By the time MGM Mirage submitted its application, Wynn Resorts and Las Vegas Sands were operating in Macau. Both had notified regulators and submitted quarterly and annual reports on their business activities there. But the Pansy Ho deal was the first time regulators would make a suitability finding, so it was the first full test of the updated law.
It appears to be facing an even bigger test now.
Last month, New Jersey regulators released results of their multiyear investigation of MGM’s partnership with Pansy Ho, concluding she was an “unsuitable” partner because of her father’s reputed ties to organized crime. Rather than appeal, MGM Mirage is exiting the state, selling its 50 percent stake in the Borgata. Although New Jersey lacks a foreign gaming law, it requires companies to renew their licenses every five years, which gives regulators a chance to pass judgment on business matters.
On March 29, Reuters reported that a man alleged to have been running a VIP room at Sands Macau is a member of organized crime and the mastermind of a murder-for-hire conspiracy that resulted in last year’s convictions of four men.
Nevada regulators say they are reviewing the allegations but could not take action unless they have solid evidence that a Nevada company violated laws of the state or any other place in which it operates.
Therein lies the problem, some experts say.
Nevada law requires continuous monitoring of the goings-on of Nevada companies’ operations outside the state. That monitoring includes reading Securities and Exchange Commission filings, newspaper stories, investigations and reports by law enforcement agencies worldwide, and other countries’ gaming regulatory documents. By law, Nevada regulators have to review the allegations in New Jersey’s report and Reuters’ story.
The Control Board’s corporate securities division, which oversees this process, assigns agents to specific companies to keep up with a fire hose flow of information. Agents, some fluent in foreign languages and others with translators in tow, take fact-finding trips to U.S. and foreign casinos and manufacturing plants and interview local businesspeople, regulators and law enforcement sources.
“We have regulatory and law enforcement contacts around the globe and are constantly receiving intelligence information from within the industry as well as outside the industry,” Control Board member Randall Sayre says. “We have people focused on Asia who keep in contact with sources there so we don’t get caught off guard. Some (casino operators) may be engaged in a relationship that’s problematic that they don’t even know about.”
In 1993, the foreign gaming law was amended to require companies to deposit in a bank at least $10,000 so regulators (who requested the change) could investigate operations outside of Nevada.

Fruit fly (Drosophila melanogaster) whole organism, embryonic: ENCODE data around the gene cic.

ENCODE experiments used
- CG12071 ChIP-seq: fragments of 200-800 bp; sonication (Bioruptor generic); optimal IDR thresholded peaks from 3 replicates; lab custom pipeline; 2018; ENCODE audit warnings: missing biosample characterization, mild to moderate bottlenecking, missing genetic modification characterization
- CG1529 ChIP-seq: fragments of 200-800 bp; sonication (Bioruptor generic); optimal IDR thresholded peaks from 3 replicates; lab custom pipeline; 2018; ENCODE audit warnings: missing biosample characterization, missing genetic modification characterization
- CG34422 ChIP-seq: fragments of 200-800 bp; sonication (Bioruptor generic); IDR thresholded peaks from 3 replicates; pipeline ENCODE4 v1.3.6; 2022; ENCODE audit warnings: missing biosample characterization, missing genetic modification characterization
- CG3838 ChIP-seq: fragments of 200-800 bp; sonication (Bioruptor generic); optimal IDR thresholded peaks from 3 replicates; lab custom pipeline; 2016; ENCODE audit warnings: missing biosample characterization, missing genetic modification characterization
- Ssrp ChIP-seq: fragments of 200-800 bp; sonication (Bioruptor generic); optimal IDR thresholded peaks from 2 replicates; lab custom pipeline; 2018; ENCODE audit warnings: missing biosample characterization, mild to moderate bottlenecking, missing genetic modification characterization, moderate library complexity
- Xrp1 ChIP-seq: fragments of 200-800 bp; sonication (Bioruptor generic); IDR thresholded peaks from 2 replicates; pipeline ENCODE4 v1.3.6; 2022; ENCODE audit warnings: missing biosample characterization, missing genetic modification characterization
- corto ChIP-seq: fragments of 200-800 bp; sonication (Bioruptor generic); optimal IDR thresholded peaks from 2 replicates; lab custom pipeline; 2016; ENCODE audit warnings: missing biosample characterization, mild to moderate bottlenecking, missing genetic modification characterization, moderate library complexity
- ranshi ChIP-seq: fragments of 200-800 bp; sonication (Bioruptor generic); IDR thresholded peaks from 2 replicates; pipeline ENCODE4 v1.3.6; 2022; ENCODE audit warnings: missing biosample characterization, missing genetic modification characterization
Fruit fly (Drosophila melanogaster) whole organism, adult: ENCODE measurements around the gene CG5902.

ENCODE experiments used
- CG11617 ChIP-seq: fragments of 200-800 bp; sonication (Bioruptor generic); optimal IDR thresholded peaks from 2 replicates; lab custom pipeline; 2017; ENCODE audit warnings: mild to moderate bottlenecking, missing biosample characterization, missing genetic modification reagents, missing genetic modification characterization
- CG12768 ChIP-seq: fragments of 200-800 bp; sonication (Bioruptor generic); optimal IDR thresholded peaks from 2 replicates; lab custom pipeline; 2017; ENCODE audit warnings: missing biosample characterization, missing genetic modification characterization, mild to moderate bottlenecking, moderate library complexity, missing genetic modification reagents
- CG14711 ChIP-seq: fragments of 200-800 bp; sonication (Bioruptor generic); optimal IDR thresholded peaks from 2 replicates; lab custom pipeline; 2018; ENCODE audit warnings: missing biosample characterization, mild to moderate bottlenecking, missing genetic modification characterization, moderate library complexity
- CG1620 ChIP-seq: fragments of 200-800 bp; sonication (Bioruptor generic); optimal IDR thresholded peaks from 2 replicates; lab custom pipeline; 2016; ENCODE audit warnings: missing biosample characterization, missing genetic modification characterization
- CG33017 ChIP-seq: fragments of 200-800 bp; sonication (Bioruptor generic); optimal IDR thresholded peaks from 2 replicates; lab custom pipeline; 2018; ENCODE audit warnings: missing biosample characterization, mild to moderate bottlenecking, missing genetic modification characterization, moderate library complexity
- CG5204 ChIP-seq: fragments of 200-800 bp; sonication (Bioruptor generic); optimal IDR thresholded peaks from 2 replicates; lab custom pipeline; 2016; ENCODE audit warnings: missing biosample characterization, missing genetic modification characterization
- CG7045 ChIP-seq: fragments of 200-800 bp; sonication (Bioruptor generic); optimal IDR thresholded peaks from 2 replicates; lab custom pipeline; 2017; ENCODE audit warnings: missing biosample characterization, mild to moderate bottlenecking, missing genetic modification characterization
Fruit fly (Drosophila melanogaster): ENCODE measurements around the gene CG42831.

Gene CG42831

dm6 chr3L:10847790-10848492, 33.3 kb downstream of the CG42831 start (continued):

Companies must keep the money on deposit for use by the Gaming Control Board at all times and replenish it after any has been used.
MGM Mirage and Harrah’s Entertainment, the largest gaming companies, each fund a revolving account worth $100,000. Las Vegas Sands and Wynn Resorts, which have extensive casino operations in Macau, yet only two resorts each in Las Vegas, have revolving accounts worth $25,000 each. Dubai World, a 50 percent partner with MGM Mirage in the $8.5 billion CityCenter and the first government-affiliated entity to obtain a Nevada gaming license, has the largest revolving account, worth $150,000.
Regulators are reluctant to disclose details of such trips because they don’t want to tip off the companies they regulate. However, Control Board Chairman Dennis Neilander said agents typically travel to Macau at least twice a year to review Nevada operators there, with side trips to Singapore, Japan and other Asian countries where Nevada companies are doing business.
But experts say a handful of brief trips to Macau probably isn’t enough to uncover evidence of what is common knowledge among U.S. regulators but well-hidden by organized crime frontmen who are considered upstanding businessmen in Asia.
A thorough investigation of Macau’s VIP rooms and the flow of money could cost millions of dollars and would require the expertise of Chinese lawyers and undercover officers, according to a former Nevada regulator, who declined to be identified.
Any such efforts could run into objections from Nevada companies footing the bill and from Macau regulators who would say the state is overstepping its authority.
“There’s a fine line here,” says one Nevada gaming attorney, who declined to be identified. “From a public policy standpoint, the Gaming Control Board and Commission are supposed to ensure that gaming is conducted honestly and is free from corruptive influences.”